The necessity of a gate bell in my working life stems from the combination of a fenced yard and a home office located well in the back of the property. The lack of such capability at the front gate makes receiving deliveries chancy, often requiring a lengthy drive to a UPS or Fedex facility to pickup a missed delivery.
In researching our initial attempt to remedy the lack of a gate alert I learned about SIP door phones from several companies. These devices were targeted at very large homes or office and apartment buildings, and tended to be very costly. Most were well over $1,000, which was dramatically beyond my budget.
However, Algo Communications offers a SIP door phone for a single family dwelling with a list price around $500. At the time I had thought that something analog, for around $250, was a better option. While that choice kept me on budget, it was ultimately disappointing, most especially when the device failed outright.
The installation of the analog DoorFone had one side-benefit, the effort left a cat5 lead hidden inside the iron post at the gate. This would eventually prove to be convenient when installing its ultimate replacement.
When it became apparent that DoorBot was not going to be a viable solution I reached out to Pat Byrne at Algo Communications who offered a sample of their 8028 SIP DoorPhone to hopefully complete the saga of my quest for harmonious handling of the gate.
What we received was the basic 8028 SIP model, although they also offer a more expensive, vandal-proof version of the device. In addition, they have analog versions with either FXS or FXO ports. For those with deep pockets, they have the super-sexy 8036 SIP/IP Multimedia programmable color touch-screen intercom & door phone.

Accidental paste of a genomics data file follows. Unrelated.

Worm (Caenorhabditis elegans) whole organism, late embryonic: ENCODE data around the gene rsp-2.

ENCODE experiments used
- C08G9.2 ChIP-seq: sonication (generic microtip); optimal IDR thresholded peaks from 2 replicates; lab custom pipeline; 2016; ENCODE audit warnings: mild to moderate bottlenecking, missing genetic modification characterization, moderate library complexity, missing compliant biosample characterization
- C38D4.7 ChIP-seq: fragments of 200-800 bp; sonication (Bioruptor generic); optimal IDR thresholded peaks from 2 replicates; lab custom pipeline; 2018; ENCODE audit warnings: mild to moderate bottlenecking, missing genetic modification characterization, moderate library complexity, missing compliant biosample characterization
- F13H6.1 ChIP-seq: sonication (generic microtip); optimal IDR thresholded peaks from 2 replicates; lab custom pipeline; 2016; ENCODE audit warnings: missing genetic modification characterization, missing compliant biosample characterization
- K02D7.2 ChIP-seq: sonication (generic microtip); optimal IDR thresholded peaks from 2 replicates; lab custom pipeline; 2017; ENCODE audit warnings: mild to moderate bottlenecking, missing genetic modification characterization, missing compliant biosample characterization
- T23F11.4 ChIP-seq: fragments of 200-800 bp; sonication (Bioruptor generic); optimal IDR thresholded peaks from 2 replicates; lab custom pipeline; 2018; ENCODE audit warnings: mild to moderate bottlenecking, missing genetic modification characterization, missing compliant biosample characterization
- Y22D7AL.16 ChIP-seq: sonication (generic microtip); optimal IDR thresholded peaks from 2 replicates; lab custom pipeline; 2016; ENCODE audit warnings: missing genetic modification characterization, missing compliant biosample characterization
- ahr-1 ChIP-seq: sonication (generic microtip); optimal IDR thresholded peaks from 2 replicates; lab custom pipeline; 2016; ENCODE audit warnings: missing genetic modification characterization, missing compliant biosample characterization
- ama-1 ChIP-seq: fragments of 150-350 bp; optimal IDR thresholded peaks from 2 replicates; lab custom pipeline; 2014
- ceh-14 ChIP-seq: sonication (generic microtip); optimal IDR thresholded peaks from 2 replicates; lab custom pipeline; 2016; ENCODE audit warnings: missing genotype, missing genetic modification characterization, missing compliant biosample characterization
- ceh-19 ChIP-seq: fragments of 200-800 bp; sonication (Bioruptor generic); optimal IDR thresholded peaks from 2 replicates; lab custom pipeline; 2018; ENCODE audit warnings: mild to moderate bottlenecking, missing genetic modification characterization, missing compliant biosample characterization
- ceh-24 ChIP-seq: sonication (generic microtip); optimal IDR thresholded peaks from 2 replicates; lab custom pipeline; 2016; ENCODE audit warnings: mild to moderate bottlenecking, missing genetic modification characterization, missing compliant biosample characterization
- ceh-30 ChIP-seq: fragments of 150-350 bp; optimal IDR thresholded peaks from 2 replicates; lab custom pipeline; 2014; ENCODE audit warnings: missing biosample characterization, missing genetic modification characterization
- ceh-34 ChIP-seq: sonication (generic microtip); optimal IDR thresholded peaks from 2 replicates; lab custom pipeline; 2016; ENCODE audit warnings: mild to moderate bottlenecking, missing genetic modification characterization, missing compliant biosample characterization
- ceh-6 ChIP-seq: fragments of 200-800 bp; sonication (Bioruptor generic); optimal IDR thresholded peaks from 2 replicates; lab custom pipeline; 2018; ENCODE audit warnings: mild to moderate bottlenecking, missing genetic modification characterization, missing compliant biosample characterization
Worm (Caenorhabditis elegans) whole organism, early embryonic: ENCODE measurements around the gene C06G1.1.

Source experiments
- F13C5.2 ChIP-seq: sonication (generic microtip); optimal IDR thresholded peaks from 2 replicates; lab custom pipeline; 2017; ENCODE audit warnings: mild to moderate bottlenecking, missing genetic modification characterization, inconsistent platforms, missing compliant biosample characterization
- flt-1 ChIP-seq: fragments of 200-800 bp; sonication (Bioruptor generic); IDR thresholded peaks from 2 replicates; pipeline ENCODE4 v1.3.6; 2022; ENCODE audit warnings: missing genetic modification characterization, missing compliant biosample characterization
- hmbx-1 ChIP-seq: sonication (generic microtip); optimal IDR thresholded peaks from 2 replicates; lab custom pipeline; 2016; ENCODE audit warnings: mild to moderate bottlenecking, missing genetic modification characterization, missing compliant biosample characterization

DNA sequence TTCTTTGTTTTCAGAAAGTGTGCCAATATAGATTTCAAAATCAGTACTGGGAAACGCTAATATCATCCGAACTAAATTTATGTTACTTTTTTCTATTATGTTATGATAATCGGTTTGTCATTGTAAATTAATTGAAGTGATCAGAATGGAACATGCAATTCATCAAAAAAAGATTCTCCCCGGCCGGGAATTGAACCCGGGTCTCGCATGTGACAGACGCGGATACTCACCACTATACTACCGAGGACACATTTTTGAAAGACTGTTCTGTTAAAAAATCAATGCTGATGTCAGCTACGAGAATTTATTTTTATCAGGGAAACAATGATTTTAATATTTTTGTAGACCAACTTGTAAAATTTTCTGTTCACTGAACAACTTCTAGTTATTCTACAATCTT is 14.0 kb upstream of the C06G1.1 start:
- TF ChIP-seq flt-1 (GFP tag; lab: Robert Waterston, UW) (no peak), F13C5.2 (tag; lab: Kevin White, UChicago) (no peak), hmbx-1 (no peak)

We’ve had the Algo Door Phone installed since July 2014. It was simple to install and easy to setup. It’s basically a single line SIP phone.The door phone is in two parts; an outside component that is essentially a speakerphone, and an inside unit that contains the bulk of the electronics. The two parts are connected by a simple twisted pair, or in our case, one pair of the existing cat5 lead. The exterior unit receives both power and communications over the same twisted pair. The unit works just as well using the legacy wiring remaining from a simple, old fashioned, contact-closure type doorbell.
The two-piece design is intended to minimize security risks. It keeps the Ethernet connection wholly inside the building, making it impossible for someone to gain physical access to your network by vandalizing the exterior unit.
After the physical installation is complete software setup of the device is straightforward; when connected to your network and powered-on it will use DHCP to obtain an IP address. Prior to SIP configuration pressing the button on the door box causes the device to read its IP address aloud. This makes it easy to know where to point a web browser to reach the built-in admin portal.
The company has a provisioning scheme that supports remote provisioning for larger installations. Such a nicety does not come into play for a single device installation such as our front gate, but would certainly be handy when deploying multiple devices around a large residential complex.
Once logged into the web admin portal the 8028 is just like an ATA or a simple SIP phone. There are precious few things that absolutely must be defined, making setup very simple. I added the door phone as a new extension to our OnSIP account. It’s extension, typical of OnSIP, is exposed as a four-digit extension to phones in our home & office.
There’s a preference in the door phone firmware that enables call auto-answer. With this setting enabled dialing the door phone from our home or office phones places a call out to the gate. We hear a single tone as the call is answered, followed by the ambient sound of whatever is happening out at the front gate, typically birds chirping, street noise or the kids in the schoolyard across the street.